Another dad is in the news for “going public” to address an issue with his child…
One day during spring break, he took Michael, his 7th grader, out to the corner of a busy intersection wearing a sandwich board sign.
The issue was the son’s poor grades. Michael brought home three F’s, and his teachers reported that he’s a class clown. This is how his father decided to “send a message.”
The front of the sign read, “Hey, I want to be a class clown. Is it wrong?” Then, on the back: “I’m in the 7th grade and got 3 F’s. Blow your horn if there’s something wrong with that.” From the video it appears he got plenty of honks.
See the video …. (Note: the title on the video is not mine.)
Maybe you’re like me… You empathize with this dad’s concern that his child could be come a “statistic”; you’ve probably shared his desire to do something decisive that will get his child’s attention. I do affirm him for taking action. Too many children today aren’t held accountable for their behavior, and many of them don’t have involved fathers or father figures.
You can never know for sure, case by case … but I would expect actions like this to have some negative long-term effects, whether in the child’s life or the trust he feels toward his dad.
I believe there are positive actions we can take in these situations. We can teach our children powerful life lessons without resorting to public embarrassment. There are important principles to keep in mind when we’re correcting our children and seeking to shape their behavior.
1. Don’t make it about you. I know many dads struggle in this area, including me. When a situation comes up with our kids, sometimes our default responses aren’t healthy. We might be more concerned about getting some peace and quiet, putting the child in his place, or maybe even asserting our own right to be “in charge.”
But those things are more about what we feel than what is best for our children. The goal is for our children to view us as teammates or cheerleaders on the road of life, not adversaries. Some have even described healthy correction as rescuing our children from the danger that comes with a life of disrespect and disobedience.
2. Do use consequences to teach your child. Sometimes he won’t learn unless he loses a privilege or his life gets much harder for a day, a week, or longer in some cases. Consequences get his attention and can have powerful results. They also prepare him for the real world, where irresponsibility and disrespect will cost him in very real ways.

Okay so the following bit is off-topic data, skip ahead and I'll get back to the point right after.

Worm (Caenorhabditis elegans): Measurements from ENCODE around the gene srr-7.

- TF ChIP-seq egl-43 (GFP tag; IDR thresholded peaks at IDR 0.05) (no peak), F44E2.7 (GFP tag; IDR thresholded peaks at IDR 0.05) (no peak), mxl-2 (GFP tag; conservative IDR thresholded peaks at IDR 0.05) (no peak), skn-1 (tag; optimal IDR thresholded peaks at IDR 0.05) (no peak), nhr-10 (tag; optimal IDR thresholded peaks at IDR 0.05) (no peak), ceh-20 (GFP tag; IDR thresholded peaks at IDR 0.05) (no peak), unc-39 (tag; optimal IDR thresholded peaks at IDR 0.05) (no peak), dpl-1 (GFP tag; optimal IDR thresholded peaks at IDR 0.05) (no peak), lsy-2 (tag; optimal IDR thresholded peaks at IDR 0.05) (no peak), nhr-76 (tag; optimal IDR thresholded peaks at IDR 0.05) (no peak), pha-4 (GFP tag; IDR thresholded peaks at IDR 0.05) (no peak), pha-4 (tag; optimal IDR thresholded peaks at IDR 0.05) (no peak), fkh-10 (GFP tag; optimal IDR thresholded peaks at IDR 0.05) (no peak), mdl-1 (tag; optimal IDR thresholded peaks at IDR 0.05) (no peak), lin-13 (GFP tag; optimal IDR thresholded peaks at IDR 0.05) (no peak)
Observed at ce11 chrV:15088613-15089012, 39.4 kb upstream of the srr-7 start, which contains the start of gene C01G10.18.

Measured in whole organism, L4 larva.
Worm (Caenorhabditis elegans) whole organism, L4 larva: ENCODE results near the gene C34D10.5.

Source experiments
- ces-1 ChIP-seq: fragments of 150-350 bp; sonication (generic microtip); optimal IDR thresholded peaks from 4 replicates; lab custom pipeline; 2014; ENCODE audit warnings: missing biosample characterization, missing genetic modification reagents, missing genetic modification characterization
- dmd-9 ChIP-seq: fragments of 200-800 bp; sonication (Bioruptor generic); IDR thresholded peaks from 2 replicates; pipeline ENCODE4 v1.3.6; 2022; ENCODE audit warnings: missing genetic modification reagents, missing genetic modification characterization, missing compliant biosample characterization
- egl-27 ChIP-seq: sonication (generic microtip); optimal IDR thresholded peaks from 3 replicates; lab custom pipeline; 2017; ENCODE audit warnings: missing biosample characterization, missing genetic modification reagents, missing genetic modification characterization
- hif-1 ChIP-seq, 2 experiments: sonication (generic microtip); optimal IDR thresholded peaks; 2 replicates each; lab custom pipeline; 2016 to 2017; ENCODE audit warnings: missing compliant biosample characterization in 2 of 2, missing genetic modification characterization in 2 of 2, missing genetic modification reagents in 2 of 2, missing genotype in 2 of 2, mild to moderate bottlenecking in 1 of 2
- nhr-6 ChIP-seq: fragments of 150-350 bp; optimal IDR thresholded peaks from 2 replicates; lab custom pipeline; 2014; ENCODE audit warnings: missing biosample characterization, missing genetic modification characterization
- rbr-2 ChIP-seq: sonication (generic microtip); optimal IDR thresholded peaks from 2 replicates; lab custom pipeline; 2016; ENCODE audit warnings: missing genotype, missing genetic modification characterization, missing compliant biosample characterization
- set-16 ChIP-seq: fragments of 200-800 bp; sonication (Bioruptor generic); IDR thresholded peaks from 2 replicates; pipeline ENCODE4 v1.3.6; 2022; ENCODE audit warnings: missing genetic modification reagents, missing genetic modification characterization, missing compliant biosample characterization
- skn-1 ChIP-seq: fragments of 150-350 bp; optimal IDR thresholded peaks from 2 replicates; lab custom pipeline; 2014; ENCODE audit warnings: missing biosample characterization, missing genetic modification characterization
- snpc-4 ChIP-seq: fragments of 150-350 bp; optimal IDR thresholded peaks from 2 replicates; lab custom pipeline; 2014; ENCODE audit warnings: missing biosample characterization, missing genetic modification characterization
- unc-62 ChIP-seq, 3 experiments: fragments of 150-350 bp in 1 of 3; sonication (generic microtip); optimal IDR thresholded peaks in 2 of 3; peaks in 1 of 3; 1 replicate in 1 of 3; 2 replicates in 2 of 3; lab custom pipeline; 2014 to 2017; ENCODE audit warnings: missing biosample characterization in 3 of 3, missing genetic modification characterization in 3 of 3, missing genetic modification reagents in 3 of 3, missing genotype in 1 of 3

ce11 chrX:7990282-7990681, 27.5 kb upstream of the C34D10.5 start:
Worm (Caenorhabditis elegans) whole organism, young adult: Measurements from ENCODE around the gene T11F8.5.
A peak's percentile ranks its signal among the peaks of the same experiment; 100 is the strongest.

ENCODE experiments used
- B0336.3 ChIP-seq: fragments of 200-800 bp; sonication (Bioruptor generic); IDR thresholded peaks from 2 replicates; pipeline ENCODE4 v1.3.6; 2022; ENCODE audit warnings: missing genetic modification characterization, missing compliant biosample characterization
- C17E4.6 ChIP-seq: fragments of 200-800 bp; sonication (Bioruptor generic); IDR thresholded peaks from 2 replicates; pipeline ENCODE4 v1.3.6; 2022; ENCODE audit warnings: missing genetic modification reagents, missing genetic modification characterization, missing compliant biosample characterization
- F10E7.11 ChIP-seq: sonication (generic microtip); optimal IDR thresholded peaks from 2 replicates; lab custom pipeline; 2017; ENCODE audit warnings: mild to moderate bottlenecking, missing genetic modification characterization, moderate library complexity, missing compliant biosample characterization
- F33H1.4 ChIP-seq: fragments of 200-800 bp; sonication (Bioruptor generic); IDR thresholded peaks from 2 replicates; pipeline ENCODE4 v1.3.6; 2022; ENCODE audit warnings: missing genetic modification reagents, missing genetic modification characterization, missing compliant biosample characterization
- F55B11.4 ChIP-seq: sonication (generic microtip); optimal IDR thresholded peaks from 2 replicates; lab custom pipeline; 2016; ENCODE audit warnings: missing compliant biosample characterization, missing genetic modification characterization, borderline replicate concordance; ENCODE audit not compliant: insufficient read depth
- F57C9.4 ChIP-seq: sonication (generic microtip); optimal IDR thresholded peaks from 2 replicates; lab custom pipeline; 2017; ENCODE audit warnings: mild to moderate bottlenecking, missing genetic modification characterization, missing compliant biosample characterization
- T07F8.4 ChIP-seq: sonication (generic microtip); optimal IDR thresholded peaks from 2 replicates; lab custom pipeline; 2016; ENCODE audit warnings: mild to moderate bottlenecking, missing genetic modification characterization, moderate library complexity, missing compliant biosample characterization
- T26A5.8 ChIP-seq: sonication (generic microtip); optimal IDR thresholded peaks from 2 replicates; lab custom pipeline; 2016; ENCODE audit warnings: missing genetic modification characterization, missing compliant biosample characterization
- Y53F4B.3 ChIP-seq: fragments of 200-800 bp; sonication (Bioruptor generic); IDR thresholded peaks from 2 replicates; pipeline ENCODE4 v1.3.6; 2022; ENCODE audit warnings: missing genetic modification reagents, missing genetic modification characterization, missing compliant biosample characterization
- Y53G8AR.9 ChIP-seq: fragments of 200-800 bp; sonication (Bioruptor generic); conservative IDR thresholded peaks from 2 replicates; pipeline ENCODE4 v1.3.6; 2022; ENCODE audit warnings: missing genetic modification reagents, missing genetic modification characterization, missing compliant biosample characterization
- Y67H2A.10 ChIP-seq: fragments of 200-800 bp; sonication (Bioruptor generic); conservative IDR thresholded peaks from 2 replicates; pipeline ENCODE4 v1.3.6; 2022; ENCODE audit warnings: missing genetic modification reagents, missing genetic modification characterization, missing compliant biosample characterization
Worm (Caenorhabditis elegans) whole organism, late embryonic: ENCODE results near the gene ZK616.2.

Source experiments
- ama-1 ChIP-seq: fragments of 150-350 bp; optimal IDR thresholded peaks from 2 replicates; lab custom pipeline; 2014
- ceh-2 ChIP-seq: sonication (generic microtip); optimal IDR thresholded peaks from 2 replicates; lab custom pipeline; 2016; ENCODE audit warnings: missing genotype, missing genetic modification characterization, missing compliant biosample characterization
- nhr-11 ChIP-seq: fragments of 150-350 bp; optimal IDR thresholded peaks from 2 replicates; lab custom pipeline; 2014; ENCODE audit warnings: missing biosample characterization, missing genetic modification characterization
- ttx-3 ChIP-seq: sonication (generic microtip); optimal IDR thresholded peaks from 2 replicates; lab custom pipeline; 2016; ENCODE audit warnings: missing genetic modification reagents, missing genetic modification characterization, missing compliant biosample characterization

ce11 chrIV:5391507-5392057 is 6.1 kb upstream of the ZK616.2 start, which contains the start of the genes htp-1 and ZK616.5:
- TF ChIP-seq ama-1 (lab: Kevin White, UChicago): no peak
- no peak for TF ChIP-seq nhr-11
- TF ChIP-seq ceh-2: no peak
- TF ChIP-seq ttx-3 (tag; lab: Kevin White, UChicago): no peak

At a young age, your child needs to know that you mean what you say. If he gripes and complains, that’s when you know it’s working! Just make sure the responsibility rests squarely on his shoulders to fix the situation; that increases the chances that he’ll learn something.
3. Don’t embarrass or humiliate—even as a last resort. It’s okay to show some emotions; often it’s good for a child to see that you’re disappointed, sad or even angry because of what he has done. Just make sure those emotions don’t lead you to go too far. It may seem contrary to what seems natural, but the best approach with a behavior issue is to be objectiveand calm—giving your child real-life consequences while expressing confidence that he or she will do better next time.
A child who has messed up should feel remorse and sadness, but those negatives should quickly lead to positive motivation. If our actions as a father shame or humiliate him, his lasting memory from the event will likely be more focused on about the intense emotions than any lessons he can use in the future.
4. Do stay positive. Keep your ultimate, big-picture goal in mind: to help your child learn and grow from mistakes. Everything you do should be about that.
Positive discipline is done out of love and leads to hope. It’s an expression of nurturance, not just correction—and that makes sense, since both have the same goal of helping our children become confident, well-adjusted people. Even in correction and discipline, our children should come away from the experience with a clear impression that “Dad loves me.” “He’s doing this because he wants the best for me.”
Discipline is a big topic, and this is only a brief outline. What other ideas or tips are useful for you in tough situations with your kids? Please leave a comment below.
Carey Casey is the CEO of the National Center for Fathering, a nonprofit organization dedicated to changing the culture of fathering in America by enlisting 6.5 million fathers who to make the Championship Fathering Commitment. NCF believes that every child needs a dad they can count on, and uses its resources to inspire and equip men to be the involved fathers, grandfathers and father figures their children need. Subscribe to his weekly email tip by clicking here: “Yes! I want tips on how to be a great dad who loves, coaches, mentors, and inspires my children.